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Eduardo Costa’s Marriage of Conceptual Art and Personal Sensibility

Philosophers of antiquity like Plato and Pythagorus attributed mystical properties to geometry. Throughout history it has served as the structural underpinning for architecture, and there is a current in Modern Art that celebrates geometry from Russian Constructivism to De Stijl to Bauhaus to Minimalism. Artists working with geometric shapes sought to develop a universal language of form or a non-referential object. Primary colors and unfinished industrial surfaces characterize a tendency of artists to distance themselves from the realm of personal sensibility. This is not the case in Eduardo Costa’s new geometric paintings which address the substantive aspect of paint and develop subjective palettes and imperfect geometries.

Eduardo Costa, Blue Demisphere Painting, 2000, solid acrylic paint, 18 x 18 x 9 inches.

Eduardo Costa has developed an unusual working technique whereby he paints with heavy impasto, alows the paint to dry, and repeats the process until he has generated a three-dimensional object of acrylic paint that appears closer to the traditional realm of sculpture. Costa makes potentially free-standing objects, but exhibits them at eye level as wall pieces. The works do not make use of any illusionistic device, and as they consist of the same pigment and medium throughout, have a singular weightiness and integrity. Costa has liberated paint from canvas, and united two genres of art making that have remained distinct for thousands of years.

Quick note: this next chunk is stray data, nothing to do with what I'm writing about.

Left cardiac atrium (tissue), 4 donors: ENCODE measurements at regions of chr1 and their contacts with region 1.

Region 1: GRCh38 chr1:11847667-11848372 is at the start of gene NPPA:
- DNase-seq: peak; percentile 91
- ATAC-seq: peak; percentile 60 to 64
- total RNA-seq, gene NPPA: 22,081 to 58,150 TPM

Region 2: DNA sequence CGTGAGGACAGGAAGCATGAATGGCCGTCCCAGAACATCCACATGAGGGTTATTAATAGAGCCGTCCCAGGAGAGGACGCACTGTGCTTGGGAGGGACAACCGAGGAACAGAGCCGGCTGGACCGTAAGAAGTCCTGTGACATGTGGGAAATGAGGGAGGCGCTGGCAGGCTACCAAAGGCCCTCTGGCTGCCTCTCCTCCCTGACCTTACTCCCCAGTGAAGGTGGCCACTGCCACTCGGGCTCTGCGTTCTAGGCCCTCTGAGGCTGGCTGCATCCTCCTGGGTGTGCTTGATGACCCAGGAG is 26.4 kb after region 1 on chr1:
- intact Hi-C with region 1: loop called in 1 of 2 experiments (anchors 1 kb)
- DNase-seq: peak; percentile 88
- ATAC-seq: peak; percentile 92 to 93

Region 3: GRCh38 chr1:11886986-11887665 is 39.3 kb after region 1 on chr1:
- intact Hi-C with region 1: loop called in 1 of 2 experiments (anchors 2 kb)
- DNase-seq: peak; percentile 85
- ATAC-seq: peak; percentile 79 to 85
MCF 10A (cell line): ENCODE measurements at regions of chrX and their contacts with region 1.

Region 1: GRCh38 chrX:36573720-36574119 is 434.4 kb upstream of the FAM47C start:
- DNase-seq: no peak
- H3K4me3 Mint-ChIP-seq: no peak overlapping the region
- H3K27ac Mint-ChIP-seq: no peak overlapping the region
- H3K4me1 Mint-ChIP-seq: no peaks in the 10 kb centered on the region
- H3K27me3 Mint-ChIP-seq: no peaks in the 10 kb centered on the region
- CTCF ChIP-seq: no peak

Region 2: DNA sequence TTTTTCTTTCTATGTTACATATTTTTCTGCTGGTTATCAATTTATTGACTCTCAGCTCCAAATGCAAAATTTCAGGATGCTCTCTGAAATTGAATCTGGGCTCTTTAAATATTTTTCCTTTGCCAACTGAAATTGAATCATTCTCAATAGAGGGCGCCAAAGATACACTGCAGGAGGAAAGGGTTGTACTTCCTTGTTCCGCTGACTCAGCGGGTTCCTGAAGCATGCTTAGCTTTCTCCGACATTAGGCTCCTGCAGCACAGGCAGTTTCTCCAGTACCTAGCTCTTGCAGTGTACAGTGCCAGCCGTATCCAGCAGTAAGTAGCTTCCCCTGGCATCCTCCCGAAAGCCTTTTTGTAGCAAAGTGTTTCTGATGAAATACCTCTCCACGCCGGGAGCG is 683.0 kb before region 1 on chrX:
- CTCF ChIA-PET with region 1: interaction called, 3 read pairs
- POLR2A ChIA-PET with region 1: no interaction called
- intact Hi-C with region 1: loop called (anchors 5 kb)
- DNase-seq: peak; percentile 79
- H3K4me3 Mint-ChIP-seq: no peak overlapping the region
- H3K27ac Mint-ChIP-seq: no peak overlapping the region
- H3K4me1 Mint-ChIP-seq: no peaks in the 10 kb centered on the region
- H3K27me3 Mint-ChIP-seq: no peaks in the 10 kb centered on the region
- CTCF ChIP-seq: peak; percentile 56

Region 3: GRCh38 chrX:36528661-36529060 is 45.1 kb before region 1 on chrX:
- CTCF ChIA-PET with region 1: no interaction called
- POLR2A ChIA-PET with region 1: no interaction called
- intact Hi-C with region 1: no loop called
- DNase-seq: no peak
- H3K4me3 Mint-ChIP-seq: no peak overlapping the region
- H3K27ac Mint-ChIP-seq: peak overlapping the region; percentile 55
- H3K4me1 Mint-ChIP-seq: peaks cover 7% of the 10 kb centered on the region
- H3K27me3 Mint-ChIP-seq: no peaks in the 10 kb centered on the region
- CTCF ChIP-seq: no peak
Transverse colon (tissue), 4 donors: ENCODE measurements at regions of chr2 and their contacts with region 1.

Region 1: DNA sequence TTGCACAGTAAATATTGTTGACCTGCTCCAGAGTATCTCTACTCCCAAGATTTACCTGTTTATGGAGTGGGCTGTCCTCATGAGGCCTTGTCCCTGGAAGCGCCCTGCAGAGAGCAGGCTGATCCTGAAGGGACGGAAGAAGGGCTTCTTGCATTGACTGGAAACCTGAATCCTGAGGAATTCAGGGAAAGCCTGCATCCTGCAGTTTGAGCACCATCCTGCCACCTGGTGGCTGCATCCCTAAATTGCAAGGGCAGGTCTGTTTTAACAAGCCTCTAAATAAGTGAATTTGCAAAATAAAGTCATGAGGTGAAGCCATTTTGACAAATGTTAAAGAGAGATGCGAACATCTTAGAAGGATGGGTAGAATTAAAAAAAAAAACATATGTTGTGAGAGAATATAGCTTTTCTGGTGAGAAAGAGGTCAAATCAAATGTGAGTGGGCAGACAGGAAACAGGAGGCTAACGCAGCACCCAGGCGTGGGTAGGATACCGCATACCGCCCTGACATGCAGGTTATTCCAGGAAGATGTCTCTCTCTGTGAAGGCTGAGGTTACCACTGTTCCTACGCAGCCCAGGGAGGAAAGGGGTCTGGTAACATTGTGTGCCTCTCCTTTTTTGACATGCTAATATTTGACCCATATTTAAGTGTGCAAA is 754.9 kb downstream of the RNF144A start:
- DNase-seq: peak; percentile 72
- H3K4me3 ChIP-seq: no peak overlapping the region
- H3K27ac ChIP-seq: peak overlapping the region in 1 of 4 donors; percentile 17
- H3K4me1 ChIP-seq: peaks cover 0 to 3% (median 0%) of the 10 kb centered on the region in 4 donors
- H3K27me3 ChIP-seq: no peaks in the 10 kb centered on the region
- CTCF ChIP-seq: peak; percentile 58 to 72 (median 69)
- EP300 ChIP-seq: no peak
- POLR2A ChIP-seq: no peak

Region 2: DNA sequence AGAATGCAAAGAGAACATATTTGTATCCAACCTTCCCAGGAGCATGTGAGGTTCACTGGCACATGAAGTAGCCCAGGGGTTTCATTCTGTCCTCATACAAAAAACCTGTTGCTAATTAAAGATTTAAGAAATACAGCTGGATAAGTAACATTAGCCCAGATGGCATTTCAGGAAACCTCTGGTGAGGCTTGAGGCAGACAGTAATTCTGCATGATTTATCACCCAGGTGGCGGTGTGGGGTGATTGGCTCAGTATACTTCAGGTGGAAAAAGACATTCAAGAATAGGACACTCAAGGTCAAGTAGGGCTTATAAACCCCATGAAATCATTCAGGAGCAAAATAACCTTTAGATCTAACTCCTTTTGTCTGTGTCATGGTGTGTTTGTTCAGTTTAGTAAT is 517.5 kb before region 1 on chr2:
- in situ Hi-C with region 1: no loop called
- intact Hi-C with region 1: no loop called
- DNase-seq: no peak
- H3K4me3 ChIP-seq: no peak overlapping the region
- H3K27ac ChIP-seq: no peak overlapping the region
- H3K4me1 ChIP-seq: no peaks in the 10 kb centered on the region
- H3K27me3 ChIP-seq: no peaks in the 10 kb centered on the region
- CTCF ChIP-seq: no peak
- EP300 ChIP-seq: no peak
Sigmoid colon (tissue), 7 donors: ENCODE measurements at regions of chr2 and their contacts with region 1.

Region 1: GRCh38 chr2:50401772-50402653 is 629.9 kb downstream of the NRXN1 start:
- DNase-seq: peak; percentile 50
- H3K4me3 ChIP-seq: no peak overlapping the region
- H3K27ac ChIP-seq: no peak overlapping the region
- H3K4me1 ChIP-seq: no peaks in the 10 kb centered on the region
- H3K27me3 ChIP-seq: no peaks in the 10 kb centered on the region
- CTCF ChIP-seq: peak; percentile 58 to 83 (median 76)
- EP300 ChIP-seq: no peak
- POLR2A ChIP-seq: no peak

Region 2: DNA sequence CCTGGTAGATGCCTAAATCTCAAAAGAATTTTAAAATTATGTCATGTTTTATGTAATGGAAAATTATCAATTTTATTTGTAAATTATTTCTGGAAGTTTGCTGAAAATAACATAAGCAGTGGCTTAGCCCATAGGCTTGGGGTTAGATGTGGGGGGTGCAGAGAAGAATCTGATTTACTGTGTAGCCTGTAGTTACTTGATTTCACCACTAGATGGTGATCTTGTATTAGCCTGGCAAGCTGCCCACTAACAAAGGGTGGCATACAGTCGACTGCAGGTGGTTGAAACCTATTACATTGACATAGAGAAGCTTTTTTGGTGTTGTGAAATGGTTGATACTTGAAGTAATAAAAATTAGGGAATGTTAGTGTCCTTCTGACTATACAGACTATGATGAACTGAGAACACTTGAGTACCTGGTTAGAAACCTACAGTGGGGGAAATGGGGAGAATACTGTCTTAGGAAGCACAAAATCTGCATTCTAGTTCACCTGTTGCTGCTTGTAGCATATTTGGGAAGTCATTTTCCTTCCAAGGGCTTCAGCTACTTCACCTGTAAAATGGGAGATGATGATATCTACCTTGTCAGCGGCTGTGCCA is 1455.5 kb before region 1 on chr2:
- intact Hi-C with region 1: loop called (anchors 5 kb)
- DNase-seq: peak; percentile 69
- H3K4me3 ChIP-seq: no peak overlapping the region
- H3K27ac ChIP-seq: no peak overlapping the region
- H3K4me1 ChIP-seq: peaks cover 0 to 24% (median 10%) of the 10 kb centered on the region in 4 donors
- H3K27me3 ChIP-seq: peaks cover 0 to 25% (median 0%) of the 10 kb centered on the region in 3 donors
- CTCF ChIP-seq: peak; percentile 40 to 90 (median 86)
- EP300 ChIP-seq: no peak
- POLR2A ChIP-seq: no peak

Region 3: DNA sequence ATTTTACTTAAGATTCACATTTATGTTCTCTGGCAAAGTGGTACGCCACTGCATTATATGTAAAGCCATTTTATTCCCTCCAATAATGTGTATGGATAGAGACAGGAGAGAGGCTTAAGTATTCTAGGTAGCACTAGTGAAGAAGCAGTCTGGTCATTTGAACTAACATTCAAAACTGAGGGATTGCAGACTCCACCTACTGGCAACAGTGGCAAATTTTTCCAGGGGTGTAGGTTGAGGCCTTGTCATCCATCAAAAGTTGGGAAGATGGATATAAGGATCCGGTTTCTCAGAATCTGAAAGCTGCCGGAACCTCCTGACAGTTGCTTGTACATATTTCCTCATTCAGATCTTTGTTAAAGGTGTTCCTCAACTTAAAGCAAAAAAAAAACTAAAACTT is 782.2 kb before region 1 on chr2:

For his new exhibition at Cecilia de Torres, Costa has produced four variations on three shapes: the sphere, the pyramid, and the rectangle. Unlike the majority of conceptual artists, Eduardo Costa has chosen to realize imperfect geometric forms. Costa’s Blue Demisphere Painting, for example, appears to be a foreshortened hemisphere. Apart from its appearance of having been flattened or compressed, Costa treats the surface with gestural impasto. The result is a piece that alludes to the
hemisphere while remaining grounded in worldly imperfection. Moreover, it seems to reflect the personal geometry of Eduardo Costa’s body by way of his repetitive movements that led its inception.

Brazilian artist Hélio Oiticica, who was a close friend of Costa, suggested that black, red, and white are the African “primary” colors. Costa’s palette is derived from the red, yellow, blue trilogy of western primary colors along with white, but he has also chosen to tint certain colors with black (red + blue). In so doing, he alludes to the colors of Africa and distances himself from De Stijl issues of pure color. Eduardo Costa has lived his life between Argentina, Brazil, Europe, and New York. In developing these new paintings, he has begun to reflect on his life in terms of relationships between people, landscapes, cultures, and ultimately their essence in colors.

© Daniel Rothbart, 2000

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